NEW YORK — Equifax Inc.’s marketing services business unit has increased 11 percent so far this year over the same period last year, thanks in part to new products and services, a focus on the customer and a growing use of a new supercomputer technology that relies on parallel processing.
These were the key components of a meeting here at the Waldorf-Astoria on Sept. 7 with Owen Flynn, group executive for marketing services at Equifax. The interview was part of Equifax’s investor day program.
“Over the past six quarters, we’ve gotten very solid traction in the marketing services business,” Mr. Flynn said. “Currently, the entire marking services industry is $4.7 billion and is highly fragmented. The fragmentation offers great opportunity for growth, specifically in the database management entity, and this particular segment of the industry is $2.3 billion in size and growing at 10 percent.”
Atlanta GA-based Equifax’s marketing services business unit is comprised of three divisions–credit marketing services, direct marketing services and database management services. Its database management services division was formed in August 2005, when Equifax acquired BeNow Inc., a provider database management, analytics and support to better structure customer marketing campaigns to optimize relationships through vertical market expertise.
In the first half of the year, the database management services division sold eight databases, along with analysis and modeling and other services.
“Through our database management division, we are really leveraging our customer relationships,” Mr. Flynn said. “In the past, we used to sell credit data and sell consumer data, but we took it to somewhere else to add value. Now we are adding the value.”
Mr. Flynn said that in the past two years, Equifax’s marketing services unit has come out with a suite of solutions called TargetPoint Acquisition that allows marketers to be more precise in targeting prospects and clients.
Equifax is also relying heavily on its supercomputer technology called Accel.
“We acquired proprietary code and developed this technology about three years ago and began to develop it about two years ago,” Mr. Flynn said. “It uses massive parallel processing that allows us to process at incredibly fast speeds, and has great flexibility in its processing power.”
Mr. Flynn said the marketing services business unit is run on this technology, and it has allowed the divisions to bring products to the market faster.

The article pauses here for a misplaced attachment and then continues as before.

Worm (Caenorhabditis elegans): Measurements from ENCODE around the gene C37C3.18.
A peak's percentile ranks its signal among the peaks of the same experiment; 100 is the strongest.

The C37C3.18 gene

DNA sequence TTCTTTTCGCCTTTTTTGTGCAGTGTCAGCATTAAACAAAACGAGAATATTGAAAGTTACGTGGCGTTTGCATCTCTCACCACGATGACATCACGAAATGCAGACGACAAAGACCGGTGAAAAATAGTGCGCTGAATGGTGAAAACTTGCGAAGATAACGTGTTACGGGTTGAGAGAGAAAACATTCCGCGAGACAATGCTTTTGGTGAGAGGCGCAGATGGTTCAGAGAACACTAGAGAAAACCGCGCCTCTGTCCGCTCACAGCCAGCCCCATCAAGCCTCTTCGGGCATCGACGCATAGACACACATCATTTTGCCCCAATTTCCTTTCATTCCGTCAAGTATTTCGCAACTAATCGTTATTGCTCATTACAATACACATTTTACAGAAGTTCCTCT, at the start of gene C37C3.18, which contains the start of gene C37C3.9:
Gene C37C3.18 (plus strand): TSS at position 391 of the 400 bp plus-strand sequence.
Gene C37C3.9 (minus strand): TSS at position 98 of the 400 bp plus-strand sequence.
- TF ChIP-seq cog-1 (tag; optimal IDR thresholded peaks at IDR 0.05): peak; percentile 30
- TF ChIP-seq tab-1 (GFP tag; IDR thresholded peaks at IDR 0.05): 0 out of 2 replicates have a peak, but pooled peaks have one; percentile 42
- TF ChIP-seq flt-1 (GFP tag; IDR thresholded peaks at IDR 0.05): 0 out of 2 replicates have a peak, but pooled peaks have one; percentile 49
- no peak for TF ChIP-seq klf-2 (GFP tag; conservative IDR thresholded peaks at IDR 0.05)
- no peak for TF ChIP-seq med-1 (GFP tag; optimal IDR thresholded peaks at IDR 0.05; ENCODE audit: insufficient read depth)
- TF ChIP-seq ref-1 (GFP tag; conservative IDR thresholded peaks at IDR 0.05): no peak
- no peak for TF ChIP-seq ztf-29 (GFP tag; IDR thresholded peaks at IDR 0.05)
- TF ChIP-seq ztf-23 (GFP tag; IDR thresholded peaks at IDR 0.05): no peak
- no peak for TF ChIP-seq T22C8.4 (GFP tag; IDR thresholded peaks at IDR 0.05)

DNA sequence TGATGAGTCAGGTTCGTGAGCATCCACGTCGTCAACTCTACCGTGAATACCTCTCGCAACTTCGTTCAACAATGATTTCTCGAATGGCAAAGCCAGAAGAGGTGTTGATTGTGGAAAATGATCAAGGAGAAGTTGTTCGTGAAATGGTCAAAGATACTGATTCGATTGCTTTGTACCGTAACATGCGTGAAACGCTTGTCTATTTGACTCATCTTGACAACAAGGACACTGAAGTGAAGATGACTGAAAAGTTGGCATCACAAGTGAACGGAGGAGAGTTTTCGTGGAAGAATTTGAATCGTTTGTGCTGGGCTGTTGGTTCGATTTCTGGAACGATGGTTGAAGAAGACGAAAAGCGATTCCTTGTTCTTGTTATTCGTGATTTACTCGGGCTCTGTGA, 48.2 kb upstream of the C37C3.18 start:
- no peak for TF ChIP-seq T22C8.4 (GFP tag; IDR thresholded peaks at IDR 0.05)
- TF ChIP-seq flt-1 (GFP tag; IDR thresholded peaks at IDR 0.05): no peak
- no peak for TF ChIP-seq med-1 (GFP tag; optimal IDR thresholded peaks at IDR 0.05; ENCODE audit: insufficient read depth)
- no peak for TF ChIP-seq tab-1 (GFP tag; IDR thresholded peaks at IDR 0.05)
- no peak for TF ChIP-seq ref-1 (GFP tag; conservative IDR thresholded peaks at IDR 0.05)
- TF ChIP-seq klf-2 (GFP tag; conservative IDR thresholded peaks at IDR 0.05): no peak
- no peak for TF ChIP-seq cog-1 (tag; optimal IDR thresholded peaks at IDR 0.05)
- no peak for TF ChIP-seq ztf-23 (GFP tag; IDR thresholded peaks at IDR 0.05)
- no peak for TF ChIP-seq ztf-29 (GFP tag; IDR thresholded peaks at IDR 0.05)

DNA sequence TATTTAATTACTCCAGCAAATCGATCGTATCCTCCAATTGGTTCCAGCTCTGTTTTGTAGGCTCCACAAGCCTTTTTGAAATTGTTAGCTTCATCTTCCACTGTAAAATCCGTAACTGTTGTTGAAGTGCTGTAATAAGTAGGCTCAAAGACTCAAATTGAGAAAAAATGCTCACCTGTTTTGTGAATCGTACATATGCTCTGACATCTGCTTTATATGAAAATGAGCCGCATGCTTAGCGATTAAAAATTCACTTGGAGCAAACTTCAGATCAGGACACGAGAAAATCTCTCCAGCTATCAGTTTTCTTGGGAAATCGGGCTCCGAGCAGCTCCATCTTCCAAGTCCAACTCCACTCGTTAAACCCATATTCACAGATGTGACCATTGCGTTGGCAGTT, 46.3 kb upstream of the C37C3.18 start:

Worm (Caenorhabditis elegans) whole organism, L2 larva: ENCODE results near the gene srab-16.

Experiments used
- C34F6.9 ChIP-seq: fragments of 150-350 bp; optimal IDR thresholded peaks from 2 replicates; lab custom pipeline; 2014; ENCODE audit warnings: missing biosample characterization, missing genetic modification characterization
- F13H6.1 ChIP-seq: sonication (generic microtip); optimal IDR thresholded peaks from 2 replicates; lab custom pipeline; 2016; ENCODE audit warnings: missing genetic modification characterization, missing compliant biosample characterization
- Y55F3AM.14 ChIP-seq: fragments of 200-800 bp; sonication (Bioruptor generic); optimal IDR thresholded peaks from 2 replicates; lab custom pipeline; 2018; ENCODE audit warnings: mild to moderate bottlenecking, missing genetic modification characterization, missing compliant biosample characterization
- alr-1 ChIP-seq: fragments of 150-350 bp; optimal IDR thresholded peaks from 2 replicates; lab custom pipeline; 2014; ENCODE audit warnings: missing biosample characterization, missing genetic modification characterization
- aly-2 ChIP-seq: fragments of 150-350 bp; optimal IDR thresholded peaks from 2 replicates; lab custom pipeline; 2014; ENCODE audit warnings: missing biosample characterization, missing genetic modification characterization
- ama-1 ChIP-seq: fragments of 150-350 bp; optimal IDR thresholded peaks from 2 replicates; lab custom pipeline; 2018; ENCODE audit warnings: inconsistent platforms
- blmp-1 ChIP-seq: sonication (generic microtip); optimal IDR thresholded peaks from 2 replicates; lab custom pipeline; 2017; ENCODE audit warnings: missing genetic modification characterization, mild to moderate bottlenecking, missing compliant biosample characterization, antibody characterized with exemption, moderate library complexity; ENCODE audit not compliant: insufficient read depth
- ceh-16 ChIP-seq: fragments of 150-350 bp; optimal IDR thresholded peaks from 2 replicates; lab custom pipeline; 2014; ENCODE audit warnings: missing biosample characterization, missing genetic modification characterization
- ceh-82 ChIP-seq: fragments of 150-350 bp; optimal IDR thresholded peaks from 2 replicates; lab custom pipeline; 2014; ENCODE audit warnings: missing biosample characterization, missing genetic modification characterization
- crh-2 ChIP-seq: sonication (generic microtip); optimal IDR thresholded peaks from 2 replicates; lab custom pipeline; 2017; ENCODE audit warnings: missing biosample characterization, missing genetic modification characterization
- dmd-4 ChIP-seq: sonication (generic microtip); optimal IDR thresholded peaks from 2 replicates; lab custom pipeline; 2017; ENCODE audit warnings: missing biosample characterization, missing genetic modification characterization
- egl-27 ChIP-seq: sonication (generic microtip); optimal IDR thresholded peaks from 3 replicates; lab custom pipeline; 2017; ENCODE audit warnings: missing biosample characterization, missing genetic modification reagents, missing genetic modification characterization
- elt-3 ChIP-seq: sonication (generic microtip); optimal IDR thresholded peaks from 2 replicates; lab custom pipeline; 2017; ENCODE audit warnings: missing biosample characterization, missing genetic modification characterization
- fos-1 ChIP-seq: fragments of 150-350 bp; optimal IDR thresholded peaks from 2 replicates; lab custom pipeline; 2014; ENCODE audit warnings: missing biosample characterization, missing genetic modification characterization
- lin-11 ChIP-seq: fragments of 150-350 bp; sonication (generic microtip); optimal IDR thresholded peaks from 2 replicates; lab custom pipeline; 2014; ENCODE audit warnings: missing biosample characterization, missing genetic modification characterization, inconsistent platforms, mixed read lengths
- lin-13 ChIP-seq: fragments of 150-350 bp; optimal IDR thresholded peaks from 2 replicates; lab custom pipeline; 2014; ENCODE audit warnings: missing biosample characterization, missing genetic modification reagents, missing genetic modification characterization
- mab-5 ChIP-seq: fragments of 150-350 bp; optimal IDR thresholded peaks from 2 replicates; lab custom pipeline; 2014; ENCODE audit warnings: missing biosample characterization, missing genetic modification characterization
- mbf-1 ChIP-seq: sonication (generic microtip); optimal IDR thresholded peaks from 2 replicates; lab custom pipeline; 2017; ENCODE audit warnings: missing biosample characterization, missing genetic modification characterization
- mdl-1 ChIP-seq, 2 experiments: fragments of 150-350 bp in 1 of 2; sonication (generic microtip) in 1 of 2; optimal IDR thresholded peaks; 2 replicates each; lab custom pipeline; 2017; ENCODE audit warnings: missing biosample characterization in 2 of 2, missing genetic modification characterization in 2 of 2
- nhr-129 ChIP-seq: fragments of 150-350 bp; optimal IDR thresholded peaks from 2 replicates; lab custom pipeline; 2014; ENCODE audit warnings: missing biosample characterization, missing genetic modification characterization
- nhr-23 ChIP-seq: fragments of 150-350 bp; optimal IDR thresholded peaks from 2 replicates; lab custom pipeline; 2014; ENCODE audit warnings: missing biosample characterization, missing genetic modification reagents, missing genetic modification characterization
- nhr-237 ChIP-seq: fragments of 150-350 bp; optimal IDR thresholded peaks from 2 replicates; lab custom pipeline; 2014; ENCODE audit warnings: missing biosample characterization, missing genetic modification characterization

“We came out with some canned or generic products called to enhance the targeting for the midmarket, which has pretty much being ignored by markets today,” Mr. Flynn said. “We can build those products and deploy those products very quickly with Accel.”
In addition, the technology allows marketing services to “integrate and leverage the data assets of credit marketing services and direct marketing services, and we couldn’t do that before,” Mr. Flynn said. “For example, a credit marketer today can integrate lifestyle data and demographic data seamlessly with credit data to customize the offer they send to their customers and prospects. They couldn’t do that before.”
Mr. Flynn said much of the success the business unit is enjoying–as well as its future efforts — is wrapped around Accel technology.
“The technology has given us the capability and the flexibility to do so much,” he said. “We are just scratching the surface right now, and we are really excited about it.”
In 2006 Mr. Flynn said key growth strategies for Equifax’s Marketing Services business unit include:
- Using the full power of the business unit’s credit marketing, direct marketing and database management services divisions.
- Developing enhanced targeting solutions for credit marketing using demographic and lifestyle data.
- Creating new products using Accel.
- And adding and originating new data sources.
“We are continually looking for ways to acquire a broad array of data across different industry-specific sources,” Mr. Flynn said. “Data is at the center of everything we do. The health and well-being of marketing services is heavily, heavily dependent on data. The fresher the data, the more of it, the better.”